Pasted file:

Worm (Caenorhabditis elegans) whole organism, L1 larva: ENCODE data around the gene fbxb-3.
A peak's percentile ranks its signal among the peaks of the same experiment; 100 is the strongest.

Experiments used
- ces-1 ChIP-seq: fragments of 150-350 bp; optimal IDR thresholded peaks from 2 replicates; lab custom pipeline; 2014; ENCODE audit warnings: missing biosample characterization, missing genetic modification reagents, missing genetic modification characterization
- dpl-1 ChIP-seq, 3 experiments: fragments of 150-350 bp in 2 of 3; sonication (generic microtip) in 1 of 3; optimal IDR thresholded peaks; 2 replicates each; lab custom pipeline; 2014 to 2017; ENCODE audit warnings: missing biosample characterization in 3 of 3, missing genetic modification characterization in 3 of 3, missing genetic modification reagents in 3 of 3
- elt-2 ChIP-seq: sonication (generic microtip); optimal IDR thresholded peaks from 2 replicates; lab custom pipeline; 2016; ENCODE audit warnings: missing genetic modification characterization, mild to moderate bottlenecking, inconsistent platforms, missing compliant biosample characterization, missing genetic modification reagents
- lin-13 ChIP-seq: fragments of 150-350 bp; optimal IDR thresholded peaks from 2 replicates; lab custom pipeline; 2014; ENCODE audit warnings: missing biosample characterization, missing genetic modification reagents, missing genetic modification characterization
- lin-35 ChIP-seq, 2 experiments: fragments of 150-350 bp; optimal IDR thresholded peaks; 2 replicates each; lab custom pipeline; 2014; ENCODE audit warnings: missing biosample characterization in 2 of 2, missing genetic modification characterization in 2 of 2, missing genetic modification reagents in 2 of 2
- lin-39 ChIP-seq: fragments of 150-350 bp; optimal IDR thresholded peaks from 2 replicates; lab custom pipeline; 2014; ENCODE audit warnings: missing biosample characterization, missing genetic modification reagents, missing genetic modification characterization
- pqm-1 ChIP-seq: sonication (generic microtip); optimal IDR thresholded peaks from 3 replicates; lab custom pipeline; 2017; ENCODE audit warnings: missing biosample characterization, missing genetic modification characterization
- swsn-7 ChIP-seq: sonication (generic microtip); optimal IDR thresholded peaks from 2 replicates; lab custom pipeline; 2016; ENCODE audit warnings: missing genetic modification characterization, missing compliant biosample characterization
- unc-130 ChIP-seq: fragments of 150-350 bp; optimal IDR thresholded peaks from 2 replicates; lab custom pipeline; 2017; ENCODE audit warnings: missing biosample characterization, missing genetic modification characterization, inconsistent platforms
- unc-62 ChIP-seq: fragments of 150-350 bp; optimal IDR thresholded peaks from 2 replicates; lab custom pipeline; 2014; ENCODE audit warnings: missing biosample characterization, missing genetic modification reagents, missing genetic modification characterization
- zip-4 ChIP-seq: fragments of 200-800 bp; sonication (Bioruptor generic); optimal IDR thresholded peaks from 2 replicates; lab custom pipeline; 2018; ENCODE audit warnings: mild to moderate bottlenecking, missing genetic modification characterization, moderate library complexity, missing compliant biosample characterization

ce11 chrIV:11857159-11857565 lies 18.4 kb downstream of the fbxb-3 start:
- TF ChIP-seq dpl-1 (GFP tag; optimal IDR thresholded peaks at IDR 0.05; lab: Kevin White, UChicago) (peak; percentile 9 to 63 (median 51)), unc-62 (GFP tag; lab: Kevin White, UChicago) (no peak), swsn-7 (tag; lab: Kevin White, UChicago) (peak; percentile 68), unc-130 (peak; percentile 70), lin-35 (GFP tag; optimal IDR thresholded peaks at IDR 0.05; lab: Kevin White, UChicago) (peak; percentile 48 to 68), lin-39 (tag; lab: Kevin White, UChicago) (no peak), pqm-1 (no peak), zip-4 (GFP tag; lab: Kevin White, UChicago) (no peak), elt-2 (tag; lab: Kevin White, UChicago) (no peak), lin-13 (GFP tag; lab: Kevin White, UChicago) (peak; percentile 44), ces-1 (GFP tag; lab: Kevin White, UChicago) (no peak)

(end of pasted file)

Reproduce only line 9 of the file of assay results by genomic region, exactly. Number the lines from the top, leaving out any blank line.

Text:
- lin-39 ChIP-seq: fragments of 150-350 bp; optimal IDR thresholded peaks from 2 replicates; lab custom pipeline; 2014; ENCODE audit warnings: missing biosample characterization, missing genetic modification reagents, missing genetic modification characterization